3. I create a qualified list based on that feedback and only then ask for introductions.
    4. Finally, I look for subtle cues along the way to qualify investors further based on who leans in. It might mean that 2 out of every 3 drop out, but for the one that leans in I have a much better probability.
  • Important: Never take a meeting that’s not based on an introduction. If someone sends me a high-quality introduction, when I start the meeting, I’m leaning in, thinking “this is going to be great.” If I take a meeting without a quality introduction, I tend to start the meeting leaning out.

Ladder of Proof

Ann Miura-Ko, Co-Founding Partner at Floodgate


How to think through Founder/VC Fit

While so many things in life have changed during shelter-in-place, I’ve found that it has given renewed focus to what matters — both personally and professionally. For founders approaching venture firms for financing, this is a great opportunity to make sure that there is a fit between the investors’ interests and risk profile with what a founder is trying to accomplish. The better a founder has thought through this fit, the more likely they are to stand out. I have moved to a model where often I will first ask a series of questions first.

  1. How much are you raising? As a founder, if you are raising a $10M Series A and you’re looking for a partner to lead this round, we are not going to be the right partner for you. This is an easy pass. For Floodgate, we are looking for pre-seed or seed as our core sweet spot writing checks that range from $350k to $3M.
  2. Where are you in the process? If you need an answer today, you are better off talking to angel investors. Since we are typically lead investors, we generally need about two weeks from first meeting to get to term sheet. Even with the efficiency of Zoom meetings, we actually will want to get to know you as founders and would expect you to want to do some diligence on us. Make sure you leave enough time to get to know the investors who will be on your cap table.

Showing that your startup is venture-backable

These next few questions are more about your core business and tells me the narrative of who you are and — very importantly — why venture capital is the right financing mechanism for your business. It also tells me a little bit about why seed stage investors will be rewarded for the risk they take in investing in your business.

  1. Why this? Of all of the things you could be working on, why choose to work on this? I like to understand the narrative of the founder and what has caused them to commit to this business.
  2. Who is on your team? What are they experts at?
  3. Insight. I like to spend a lot of time here learning about the founder’s insights, which generally tells us if something is venture scalable or not. It also tells me if a seed investor has any business investing in the business at that stage or not. As Jeff Bezos said in his congressional hearing statement recently, “Outsized returns come from betting against conventional wisdom, but conventional wisdom is usually right.” What is the piece of conventional wisdom you’re betting against and what do you get for the risk that you’re taking? In other words, you generally have an insight about the market, technology, or regulatory space — that most people may not know or understand — that gives you a massive advantage / acceleration into the market if you are right. What is this insight? (By the way, many founders are left scratching their head when early-stage investors say they need to see traction. This is just another way of saying you don’t have a unique insight, so there is a lot of potential competition in the landscape. The only point of differentiation ends up being traction.)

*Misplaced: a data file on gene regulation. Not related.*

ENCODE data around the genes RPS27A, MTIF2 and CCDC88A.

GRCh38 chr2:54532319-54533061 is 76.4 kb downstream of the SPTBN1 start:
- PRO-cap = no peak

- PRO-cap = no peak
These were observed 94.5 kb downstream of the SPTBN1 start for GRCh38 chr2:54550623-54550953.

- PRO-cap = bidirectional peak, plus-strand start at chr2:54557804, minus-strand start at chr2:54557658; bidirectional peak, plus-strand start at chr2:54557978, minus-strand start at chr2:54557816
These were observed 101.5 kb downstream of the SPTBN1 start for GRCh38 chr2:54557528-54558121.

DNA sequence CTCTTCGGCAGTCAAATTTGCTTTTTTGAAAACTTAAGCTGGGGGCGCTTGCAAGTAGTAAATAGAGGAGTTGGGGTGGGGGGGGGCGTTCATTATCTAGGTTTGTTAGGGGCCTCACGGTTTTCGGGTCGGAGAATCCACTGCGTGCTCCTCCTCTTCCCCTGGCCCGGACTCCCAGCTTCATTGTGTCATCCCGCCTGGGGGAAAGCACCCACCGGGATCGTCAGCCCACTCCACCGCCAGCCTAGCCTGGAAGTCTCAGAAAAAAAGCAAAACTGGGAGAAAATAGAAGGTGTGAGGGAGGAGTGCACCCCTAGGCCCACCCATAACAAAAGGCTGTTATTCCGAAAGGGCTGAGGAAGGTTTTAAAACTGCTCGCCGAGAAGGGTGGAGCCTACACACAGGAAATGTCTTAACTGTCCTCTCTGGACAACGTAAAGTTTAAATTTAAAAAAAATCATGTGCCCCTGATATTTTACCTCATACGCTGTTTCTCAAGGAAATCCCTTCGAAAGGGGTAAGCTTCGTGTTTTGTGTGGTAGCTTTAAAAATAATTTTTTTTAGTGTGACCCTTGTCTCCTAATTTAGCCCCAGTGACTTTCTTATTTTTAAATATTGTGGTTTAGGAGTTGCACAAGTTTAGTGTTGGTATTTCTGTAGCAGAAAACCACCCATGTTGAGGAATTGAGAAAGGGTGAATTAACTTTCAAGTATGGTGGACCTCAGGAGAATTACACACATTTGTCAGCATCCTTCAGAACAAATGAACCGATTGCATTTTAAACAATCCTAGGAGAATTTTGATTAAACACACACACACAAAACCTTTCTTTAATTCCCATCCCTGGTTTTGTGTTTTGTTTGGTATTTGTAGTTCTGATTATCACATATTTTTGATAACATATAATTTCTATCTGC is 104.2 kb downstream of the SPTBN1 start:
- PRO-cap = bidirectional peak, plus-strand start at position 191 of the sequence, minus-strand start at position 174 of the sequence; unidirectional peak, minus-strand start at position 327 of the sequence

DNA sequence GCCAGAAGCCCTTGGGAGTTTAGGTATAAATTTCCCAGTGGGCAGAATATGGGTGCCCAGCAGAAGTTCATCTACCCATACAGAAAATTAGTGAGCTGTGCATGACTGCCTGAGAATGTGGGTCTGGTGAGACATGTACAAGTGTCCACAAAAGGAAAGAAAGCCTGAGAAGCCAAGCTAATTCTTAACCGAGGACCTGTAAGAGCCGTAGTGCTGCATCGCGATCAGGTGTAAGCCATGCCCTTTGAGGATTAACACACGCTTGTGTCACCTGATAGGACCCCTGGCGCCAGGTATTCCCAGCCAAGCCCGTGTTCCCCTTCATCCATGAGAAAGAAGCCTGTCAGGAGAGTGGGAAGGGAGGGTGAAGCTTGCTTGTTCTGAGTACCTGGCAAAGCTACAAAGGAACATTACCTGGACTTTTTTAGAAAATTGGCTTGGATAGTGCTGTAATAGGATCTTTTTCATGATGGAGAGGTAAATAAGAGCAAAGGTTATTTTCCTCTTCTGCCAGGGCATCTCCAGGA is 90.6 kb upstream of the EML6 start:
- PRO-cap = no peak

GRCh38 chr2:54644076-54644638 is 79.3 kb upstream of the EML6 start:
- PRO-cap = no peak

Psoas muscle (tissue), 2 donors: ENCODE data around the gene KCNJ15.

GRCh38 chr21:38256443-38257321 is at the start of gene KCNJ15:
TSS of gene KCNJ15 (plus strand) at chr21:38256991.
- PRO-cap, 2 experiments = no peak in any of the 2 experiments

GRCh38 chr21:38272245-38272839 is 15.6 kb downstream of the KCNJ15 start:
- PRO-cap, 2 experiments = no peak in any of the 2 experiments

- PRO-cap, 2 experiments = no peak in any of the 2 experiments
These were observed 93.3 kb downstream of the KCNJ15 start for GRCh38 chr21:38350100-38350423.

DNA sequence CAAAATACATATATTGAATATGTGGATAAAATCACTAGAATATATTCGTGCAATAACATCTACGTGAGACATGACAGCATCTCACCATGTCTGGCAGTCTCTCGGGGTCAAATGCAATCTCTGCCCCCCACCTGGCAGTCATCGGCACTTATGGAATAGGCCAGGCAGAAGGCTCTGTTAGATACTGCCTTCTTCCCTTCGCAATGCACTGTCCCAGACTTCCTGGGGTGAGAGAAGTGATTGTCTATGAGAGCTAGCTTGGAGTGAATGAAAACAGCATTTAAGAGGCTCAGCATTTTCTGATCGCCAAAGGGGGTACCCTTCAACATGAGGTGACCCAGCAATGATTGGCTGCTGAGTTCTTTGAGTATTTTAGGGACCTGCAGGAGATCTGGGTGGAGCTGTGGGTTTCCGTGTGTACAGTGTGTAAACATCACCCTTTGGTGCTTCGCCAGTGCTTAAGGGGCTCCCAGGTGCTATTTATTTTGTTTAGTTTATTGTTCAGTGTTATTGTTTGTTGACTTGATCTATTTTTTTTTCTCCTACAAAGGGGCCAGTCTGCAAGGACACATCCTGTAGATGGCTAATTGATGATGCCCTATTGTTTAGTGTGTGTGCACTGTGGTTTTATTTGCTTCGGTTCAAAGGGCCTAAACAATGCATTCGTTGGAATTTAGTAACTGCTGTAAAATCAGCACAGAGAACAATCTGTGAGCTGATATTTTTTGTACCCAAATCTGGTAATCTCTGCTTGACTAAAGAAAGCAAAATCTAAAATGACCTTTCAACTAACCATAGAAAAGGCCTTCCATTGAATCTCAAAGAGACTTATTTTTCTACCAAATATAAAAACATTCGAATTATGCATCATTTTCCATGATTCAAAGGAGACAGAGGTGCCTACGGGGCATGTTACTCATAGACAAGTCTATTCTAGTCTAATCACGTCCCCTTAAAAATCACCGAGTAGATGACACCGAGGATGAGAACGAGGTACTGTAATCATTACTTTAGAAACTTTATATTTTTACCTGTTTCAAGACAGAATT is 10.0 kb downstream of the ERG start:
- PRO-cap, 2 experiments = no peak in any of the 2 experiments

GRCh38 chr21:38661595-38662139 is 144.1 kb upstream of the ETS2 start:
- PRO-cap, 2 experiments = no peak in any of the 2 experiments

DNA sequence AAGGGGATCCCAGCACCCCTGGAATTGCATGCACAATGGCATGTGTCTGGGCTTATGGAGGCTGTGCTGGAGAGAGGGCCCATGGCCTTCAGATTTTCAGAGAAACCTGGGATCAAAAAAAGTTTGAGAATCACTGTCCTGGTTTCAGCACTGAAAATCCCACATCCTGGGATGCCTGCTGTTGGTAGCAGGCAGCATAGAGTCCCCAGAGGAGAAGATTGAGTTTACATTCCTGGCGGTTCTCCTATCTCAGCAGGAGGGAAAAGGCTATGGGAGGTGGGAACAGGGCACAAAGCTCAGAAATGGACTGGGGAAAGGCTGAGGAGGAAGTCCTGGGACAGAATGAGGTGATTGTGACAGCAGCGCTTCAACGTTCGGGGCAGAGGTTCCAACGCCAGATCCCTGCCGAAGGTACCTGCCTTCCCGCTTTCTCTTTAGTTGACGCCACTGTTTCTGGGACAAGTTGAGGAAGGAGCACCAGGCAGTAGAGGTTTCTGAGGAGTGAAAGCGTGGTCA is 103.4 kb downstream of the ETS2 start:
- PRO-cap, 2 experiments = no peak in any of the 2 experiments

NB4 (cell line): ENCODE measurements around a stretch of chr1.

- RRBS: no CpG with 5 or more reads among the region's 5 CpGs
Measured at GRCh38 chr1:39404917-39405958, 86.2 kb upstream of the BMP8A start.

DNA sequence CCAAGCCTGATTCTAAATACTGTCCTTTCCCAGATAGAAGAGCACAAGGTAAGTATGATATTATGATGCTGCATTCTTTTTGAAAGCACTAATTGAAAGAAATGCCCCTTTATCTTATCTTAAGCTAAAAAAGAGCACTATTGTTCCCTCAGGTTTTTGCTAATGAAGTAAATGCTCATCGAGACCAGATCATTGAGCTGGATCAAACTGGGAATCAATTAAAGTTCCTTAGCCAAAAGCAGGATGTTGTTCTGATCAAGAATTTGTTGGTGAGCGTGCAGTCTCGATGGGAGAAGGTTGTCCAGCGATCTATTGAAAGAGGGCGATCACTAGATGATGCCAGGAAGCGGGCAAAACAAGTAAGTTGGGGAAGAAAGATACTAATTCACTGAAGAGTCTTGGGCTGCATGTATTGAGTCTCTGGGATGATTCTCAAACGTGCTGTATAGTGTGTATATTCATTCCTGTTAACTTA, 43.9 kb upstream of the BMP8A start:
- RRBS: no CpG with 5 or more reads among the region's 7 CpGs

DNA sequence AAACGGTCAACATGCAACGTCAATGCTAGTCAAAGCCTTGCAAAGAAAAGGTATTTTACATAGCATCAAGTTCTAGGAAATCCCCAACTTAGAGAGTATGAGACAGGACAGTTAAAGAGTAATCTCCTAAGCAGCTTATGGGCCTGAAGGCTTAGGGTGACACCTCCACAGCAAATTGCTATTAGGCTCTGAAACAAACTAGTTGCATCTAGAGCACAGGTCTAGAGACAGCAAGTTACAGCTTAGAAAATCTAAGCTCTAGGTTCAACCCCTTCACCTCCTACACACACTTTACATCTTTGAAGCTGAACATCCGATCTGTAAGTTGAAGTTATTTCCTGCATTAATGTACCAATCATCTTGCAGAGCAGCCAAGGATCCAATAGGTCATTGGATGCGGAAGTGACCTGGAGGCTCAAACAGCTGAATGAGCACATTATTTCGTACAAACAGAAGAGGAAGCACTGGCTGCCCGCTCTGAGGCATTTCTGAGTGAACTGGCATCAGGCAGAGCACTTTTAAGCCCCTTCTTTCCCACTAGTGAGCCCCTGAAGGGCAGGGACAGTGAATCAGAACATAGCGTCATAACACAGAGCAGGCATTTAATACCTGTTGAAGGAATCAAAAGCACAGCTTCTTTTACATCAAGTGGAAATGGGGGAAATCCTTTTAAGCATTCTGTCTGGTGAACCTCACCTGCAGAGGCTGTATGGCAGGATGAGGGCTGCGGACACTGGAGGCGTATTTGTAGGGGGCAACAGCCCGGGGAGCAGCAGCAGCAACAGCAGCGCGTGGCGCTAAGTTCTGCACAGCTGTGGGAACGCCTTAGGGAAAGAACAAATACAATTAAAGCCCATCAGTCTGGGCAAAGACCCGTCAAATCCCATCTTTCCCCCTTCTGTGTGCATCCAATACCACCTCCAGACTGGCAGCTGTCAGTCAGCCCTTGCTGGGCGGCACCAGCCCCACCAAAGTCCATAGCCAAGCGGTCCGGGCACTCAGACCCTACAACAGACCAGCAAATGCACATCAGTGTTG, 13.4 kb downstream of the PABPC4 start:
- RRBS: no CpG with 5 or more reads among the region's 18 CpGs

It is actually quite rare to get exceptional and thoughtful answers on these questions. I feel that this perspective is probably more timeless than just focused in a time period where we are all on Zoom. That said, the reason I bring these points up now is that I think focus is becoming more important. Rather than casting the net wide, you want to make sure that there is a great fit, right up front. We should all be going for the no as quickly as possible so that we can get to that heck yeah when it matters.

Find out if the VC has a passion for the space (Ann’s lessons from The Brief)

  • One of the most important factors to whether or not I want to take a meeting with a Founder is if I have personal passion for what they’re pursuing.
  • That can be hard to tell from a Founder’s perspective, of course, because there might be new areas of investment that an investor is looking at.
  • The problem with me investing in a space I’m not passionate about, especially at the really early stage, is that I basically want to be co-conspirators with our Founders — and if I feel no passion or love for the idea, that’s going to become an obstacle for me becoming a true co-conspirator.
  • My interest in the space is also linked to how large I think the market is.
  • Also relevant is how authentic the story of the Founder is relative to the problem that they’re trying to solve. If it’s a problem that you whiteboarded while you were brainstorming startup ideas, it’s probably going to be a little less compelling than where the Founder found authentic pain through their own personal experiences.

Charles Hudson, Founder & Managing Partner @ Precursor Ventures


Founders have adjusted to the new normal of remote fundraising

We have been investing in Founders on Zoom and the phone since the beginning of Precursor, so this isn’t particularly new for us. Ironically, our standard meeting is a 30-minute Zoom meeting for first introductions, which is the same as it was prior to SIP.